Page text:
Podcaster: Chris North and Edward Gomez
Organization: Cardiff University and Las Cumbres Observatory
Description: It was announced this month that Jupiter has got even more moons than previously thought, with its total haul now coming in at 79! Chris North and Edward Gomez discuss why the new moons are odd. The Very Large Telescope in Chile also made a new discovery – a very young planet forming in the dusty disk of material around its star. And back here on Earth, the MeerKAT radio telescope has been inaugurated in South Africa, producing a new image of the centre of our galaxy and making important progress towards the eventual goal Square Kilometre Array, which will be spread across Southern Africa and Australia..
But there was a more unusual announcement this month from the IceCube neutrino observatory, which is sensitive to ghostly subatomic particles called neutrinos. At the end of last year, the team worked with “traditional” astronomers, i.e. those looking at light of various wavelengths, to identify a neutrino that originated from a blazar – material surrounding a supermassive black hole in the centre of a galaxy. Since this takes us in to the realm of particle physics, I spoke to Dr Ben Still, honorary researcher at Queen Mary University London and author of “Particle Physics Brick by Brick“, in order to find out more about neutrinos, how we detect them, and what we can learn from them.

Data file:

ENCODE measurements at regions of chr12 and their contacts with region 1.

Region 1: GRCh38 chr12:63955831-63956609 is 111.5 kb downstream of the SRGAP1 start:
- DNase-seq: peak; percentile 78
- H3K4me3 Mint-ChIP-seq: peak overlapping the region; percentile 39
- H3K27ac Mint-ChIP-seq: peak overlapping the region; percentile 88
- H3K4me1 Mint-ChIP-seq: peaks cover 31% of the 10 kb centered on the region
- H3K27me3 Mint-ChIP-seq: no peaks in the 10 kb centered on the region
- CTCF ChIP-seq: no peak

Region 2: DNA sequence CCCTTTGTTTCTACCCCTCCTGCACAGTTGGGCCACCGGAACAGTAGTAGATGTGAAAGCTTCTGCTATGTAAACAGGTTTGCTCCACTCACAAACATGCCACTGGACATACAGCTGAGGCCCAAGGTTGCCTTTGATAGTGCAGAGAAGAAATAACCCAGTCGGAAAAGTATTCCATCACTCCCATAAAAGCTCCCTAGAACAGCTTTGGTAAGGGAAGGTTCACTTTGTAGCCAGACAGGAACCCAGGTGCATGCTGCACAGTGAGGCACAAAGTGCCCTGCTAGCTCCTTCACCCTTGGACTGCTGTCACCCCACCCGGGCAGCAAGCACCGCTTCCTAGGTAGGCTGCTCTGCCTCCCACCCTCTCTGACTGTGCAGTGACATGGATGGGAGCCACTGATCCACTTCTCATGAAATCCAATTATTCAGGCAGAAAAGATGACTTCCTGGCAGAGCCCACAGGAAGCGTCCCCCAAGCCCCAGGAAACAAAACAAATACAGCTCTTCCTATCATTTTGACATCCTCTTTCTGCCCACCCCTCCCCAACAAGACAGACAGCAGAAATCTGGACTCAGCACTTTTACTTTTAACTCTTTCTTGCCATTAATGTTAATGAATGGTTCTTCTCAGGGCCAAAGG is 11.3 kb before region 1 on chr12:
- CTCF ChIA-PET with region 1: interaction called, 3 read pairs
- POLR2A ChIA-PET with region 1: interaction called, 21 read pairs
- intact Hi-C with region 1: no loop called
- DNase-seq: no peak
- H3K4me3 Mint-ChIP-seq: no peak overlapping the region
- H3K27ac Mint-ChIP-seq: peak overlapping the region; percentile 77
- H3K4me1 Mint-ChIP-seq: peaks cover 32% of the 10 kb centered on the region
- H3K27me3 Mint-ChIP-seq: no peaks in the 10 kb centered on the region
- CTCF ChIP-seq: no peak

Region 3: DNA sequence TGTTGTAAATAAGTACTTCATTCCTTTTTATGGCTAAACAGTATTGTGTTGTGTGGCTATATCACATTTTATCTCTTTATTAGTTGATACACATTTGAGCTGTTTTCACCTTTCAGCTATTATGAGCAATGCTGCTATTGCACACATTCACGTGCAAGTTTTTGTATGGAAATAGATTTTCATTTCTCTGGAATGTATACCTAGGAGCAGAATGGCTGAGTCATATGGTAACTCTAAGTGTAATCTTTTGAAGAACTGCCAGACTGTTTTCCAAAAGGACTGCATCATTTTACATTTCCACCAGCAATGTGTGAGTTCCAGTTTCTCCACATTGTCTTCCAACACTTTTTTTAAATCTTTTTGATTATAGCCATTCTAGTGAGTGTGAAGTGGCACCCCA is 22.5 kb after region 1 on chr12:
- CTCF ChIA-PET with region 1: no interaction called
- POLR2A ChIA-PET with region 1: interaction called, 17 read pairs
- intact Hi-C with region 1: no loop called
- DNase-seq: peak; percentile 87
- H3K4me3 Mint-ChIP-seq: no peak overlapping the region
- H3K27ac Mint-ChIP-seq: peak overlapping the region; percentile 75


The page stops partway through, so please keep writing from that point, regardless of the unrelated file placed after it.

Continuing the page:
Bio: Dr Chris North is an astronomy researcher and science communicator based at Cardiff University. As well as being the Ogden Science Lecturer in the School of Physics and Astronomy, he holds an STFC Public Engagement Fellowship entitled “The Dawn of Gravitational Wave Astronomy”. While his background is cosmology and infrared astronomy, he currently focus more on gravitational waves. His emphasis on communication is workshops for schools, as well as online interactive resources. He is also a co-author of several books.
Dr Edward Gomez has been fascinated by astronomy since childhood. When he realised that he could use maths and computers to do fun things with astronomy, he knew he was hooked for life. He never grew out of it and now he is lucky enough to be a professional astrophysicist. As part of his role with LCO he tries to find novel ways to engage the public in astronomy. This has taken the form of creating citizen science projects like Agent Exoplanet, interactive educational web apps like Star in a Box, and online community events like Show Me Stars.
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365 Days of Astronomy
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